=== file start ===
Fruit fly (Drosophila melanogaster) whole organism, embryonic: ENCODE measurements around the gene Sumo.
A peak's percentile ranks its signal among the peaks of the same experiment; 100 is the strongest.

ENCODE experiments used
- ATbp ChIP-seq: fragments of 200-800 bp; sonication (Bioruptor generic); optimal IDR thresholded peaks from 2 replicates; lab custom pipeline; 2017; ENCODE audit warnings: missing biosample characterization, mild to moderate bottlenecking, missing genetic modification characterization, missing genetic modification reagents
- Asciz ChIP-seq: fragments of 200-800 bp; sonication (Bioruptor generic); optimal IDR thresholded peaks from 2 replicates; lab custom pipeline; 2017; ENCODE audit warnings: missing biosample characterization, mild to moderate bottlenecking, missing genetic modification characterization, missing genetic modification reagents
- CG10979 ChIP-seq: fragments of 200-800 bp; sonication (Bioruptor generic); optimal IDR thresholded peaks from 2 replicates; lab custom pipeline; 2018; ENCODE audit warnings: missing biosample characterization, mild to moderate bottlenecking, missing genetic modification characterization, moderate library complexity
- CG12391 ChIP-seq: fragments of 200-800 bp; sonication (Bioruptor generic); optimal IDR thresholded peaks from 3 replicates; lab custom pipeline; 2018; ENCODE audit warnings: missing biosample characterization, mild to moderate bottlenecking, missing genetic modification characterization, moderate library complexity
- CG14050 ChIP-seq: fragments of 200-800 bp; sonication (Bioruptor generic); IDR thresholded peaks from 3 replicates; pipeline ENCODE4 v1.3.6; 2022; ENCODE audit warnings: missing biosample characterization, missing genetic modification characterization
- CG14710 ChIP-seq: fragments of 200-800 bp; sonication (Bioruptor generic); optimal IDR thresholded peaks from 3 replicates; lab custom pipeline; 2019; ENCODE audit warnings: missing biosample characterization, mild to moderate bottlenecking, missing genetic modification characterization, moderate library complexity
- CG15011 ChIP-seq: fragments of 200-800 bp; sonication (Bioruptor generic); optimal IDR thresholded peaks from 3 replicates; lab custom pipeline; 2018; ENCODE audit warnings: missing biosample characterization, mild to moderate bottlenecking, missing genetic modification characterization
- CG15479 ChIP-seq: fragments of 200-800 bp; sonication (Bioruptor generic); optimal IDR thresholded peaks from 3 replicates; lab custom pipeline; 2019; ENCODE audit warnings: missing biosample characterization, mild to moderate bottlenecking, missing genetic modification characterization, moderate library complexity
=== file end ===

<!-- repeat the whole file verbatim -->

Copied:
Fruit fly (Drosophila melanogaster) whole organism, embryonic: ENCODE measurements around the gene Sumo.
A peak's percentile ranks its signal among the peaks of the same experiment; 100 is the strongest.

ENCODE experiments used
- ATbp ChIP-seq: fragments of 200-800 bp; sonication (Bioruptor generic); optimal IDR thresholded peaks from 2 replicates; lab custom pipeline; 2017; ENCODE audit warnings: missing biosample characterization, mild to moderate bottlenecking, missing genetic modification characterization, missing genetic modification reagents
- Asciz ChIP-seq: fragments of 200-800 bp; sonication (Bioruptor generic); optimal IDR thresholded peaks from 2 replicates; lab custom pipeline; 2017; ENCODE audit warnings: missing biosample characterization, mild to moderate bottlenecking, missing genetic modification characterization, missing genetic modification reagents
- CG10979 ChIP-seq: fragments of 200-800 bp; sonication (Bioruptor generic); optimal IDR thresholded peaks from 2 replicates; lab custom pipeline; 2018; ENCODE audit warnings: missing biosample characterization, mild to moderate bottlenecking, missing genetic modification characterization, moderate library complexity
- CG12391 ChIP-seq: fragments of 200-800 bp; sonication (Bioruptor generic); optimal IDR thresholded peaks from 3 replicates; lab custom pipeline; 2018; ENCODE audit warnings: missing biosample characterization, mild to moderate bottlenecking, missing genetic modification characterization, moderate library complexity
- CG14050 ChIP-seq: fragments of 200-800 bp; sonication (Bioruptor generic); IDR thresholded peaks from 3 replicates; pipeline ENCODE4 v1.3.6; 2022; ENCODE audit warnings: missing biosample characterization, missing genetic modification characterization
- CG14710 ChIP-seq: fragments of 200-800 bp; sonication (Bioruptor generic); optimal IDR thresholded peaks from 3 replicates; lab custom pipeline; 2019; ENCODE audit warnings: missing biosample characterization, mild to moderate bottlenecking, missing genetic modification characterization, moderate library complexity
- CG15011 ChIP-seq: fragments of 200-800 bp; sonication (Bioruptor generic); optimal IDR thresholded peaks from 3 replicates; lab custom pipeline; 2018; ENCODE audit warnings: missing biosample characterization, mild to moderate bottlenecking, missing genetic modification characterization
- CG15479 ChIP-seq: fragments of 200-800 bp; sonication (Bioruptor generic); optimal IDR thresholded peaks from 3 replicates; lab custom pipeline; 2019; ENCODE audit warnings: missing biosample characterization, mild to moderate bottlenecking, missing genetic modification characterization, moderate library complexity